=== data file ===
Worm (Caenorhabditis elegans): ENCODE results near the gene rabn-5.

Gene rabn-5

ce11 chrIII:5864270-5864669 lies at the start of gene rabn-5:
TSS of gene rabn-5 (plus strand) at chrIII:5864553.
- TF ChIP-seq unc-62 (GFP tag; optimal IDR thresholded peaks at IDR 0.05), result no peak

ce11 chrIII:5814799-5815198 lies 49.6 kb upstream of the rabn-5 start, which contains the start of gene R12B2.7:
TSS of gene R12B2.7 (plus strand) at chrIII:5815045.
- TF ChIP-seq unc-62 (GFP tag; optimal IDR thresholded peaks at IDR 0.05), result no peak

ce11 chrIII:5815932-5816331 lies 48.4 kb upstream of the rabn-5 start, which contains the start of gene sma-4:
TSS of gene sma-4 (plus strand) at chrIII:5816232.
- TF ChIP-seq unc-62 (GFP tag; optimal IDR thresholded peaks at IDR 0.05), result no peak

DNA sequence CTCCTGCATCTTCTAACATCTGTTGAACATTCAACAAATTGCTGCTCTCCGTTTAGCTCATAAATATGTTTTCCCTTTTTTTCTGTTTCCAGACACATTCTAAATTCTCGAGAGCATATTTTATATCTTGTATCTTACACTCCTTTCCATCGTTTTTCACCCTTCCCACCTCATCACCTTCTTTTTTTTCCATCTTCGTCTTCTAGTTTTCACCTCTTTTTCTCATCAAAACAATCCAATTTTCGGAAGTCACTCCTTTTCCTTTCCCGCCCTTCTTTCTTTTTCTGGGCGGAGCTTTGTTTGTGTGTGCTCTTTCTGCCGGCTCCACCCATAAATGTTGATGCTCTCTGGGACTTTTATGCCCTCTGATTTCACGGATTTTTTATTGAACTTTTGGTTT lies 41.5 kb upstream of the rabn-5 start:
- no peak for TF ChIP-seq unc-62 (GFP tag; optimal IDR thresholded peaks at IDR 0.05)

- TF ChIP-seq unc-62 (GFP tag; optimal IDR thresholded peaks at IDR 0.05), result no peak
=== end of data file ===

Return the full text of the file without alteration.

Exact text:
Worm (Caenorhabditis elegans): ENCODE results near the gene rabn-5.

Gene rabn-5

ce11 chrIII:5864270-5864669 lies at the start of gene rabn-5:
TSS of gene rabn-5 (plus strand) at chrIII:5864553.
- TF ChIP-seq unc-62 (GFP tag; optimal IDR thresholded peaks at IDR 0.05), result no peak

ce11 chrIII:5814799-5815198 lies 49.6 kb upstream of the rabn-5 start, which contains the start of gene R12B2.7:
TSS of gene R12B2.7 (plus strand) at chrIII:5815045.
- TF ChIP-seq unc-62 (GFP tag; optimal IDR thresholded peaks at IDR 0.05), result no peak

ce11 chrIII:5815932-5816331 lies 48.4 kb upstream of the rabn-5 start, which contains the start of gene sma-4:
TSS of gene sma-4 (plus strand) at chrIII:5816232.
- TF ChIP-seq unc-62 (GFP tag; optimal IDR thresholded peaks at IDR 0.05), result no peak

DNA sequence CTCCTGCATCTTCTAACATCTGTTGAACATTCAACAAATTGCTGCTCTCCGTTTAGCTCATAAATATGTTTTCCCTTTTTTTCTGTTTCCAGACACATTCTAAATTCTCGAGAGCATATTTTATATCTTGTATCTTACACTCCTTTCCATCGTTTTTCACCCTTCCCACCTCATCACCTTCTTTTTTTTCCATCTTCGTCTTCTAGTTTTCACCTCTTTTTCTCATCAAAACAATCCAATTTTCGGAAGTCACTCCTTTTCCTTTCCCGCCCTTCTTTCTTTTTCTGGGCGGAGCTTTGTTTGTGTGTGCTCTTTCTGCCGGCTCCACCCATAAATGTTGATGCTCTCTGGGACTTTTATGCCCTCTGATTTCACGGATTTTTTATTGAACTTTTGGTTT lies 41.5 kb upstream of the rabn-5 start:
- no peak for TF ChIP-seq unc-62 (GFP tag; optimal IDR thresholded peaks at IDR 0.05)

- TF ChIP-seq unc-62 (GFP tag; optimal IDR thresholded peaks at IDR 0.05), result no peak